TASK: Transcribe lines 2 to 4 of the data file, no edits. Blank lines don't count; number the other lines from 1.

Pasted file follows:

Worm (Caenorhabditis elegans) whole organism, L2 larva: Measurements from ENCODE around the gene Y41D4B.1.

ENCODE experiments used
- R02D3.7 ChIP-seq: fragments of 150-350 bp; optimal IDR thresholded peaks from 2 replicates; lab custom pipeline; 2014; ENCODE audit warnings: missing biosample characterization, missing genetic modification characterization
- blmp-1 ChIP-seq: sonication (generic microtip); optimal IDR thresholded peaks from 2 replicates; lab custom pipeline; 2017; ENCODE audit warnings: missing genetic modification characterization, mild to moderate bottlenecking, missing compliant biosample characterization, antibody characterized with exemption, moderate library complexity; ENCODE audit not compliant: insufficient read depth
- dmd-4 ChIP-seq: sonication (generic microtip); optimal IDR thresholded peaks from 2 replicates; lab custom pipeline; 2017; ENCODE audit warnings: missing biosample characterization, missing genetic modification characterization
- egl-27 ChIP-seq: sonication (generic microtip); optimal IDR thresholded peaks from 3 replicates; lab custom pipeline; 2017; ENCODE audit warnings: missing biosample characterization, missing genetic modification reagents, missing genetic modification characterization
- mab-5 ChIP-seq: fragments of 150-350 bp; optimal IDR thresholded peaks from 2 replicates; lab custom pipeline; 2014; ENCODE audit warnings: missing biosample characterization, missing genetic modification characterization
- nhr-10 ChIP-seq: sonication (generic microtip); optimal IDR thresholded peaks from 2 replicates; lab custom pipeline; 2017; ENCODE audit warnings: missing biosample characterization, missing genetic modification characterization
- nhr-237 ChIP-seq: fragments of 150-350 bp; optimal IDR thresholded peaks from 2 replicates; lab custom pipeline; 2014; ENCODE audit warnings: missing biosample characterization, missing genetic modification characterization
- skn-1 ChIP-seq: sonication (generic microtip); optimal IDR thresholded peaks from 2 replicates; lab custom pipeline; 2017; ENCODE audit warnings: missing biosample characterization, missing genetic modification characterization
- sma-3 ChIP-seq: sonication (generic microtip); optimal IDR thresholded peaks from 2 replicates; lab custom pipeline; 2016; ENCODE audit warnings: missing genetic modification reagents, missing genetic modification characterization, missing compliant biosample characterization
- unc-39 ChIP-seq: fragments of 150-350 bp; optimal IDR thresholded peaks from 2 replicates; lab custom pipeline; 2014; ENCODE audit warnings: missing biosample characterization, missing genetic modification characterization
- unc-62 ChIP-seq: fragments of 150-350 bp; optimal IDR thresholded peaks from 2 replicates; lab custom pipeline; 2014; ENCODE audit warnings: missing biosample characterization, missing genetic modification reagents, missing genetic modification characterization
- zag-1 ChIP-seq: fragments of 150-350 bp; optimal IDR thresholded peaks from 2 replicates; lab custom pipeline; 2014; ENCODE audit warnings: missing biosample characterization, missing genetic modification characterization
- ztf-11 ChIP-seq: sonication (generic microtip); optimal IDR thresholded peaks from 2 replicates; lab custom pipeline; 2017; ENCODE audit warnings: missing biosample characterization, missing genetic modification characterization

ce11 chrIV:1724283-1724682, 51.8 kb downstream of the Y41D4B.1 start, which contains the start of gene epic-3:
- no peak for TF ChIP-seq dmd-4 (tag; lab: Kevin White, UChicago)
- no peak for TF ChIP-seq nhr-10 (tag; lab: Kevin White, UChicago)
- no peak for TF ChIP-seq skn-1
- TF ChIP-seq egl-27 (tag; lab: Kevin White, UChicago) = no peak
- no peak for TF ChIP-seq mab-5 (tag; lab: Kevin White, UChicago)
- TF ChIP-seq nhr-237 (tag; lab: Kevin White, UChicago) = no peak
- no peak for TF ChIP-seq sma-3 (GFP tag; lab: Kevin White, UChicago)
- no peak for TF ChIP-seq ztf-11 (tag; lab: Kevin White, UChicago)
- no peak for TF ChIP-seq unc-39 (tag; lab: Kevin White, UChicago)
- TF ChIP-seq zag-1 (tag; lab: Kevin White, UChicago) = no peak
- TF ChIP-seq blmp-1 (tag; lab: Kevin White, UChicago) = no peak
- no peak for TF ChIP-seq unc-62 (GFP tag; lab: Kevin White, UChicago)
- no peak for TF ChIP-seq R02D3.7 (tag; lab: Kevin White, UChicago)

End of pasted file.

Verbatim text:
ENCODE experiments used
- R02D3.7 ChIP-seq: fragments of 150-350 bp; optimal IDR thresholded peaks from 2 replicates; lab custom pipeline; 2014; ENCODE audit warnings: missing biosample characterization, missing genetic modification characterization
- blmp-1 ChIP-seq: sonication (generic microtip); optimal IDR thresholded peaks from 2 replicates; lab custom pipeline; 2017; ENCODE audit warnings: missing genetic modification characterization, mild to moderate bottlenecking, missing compliant biosample characterization, antibody characterized with exemption, moderate library complexity; ENCODE audit not compliant: insufficient read depth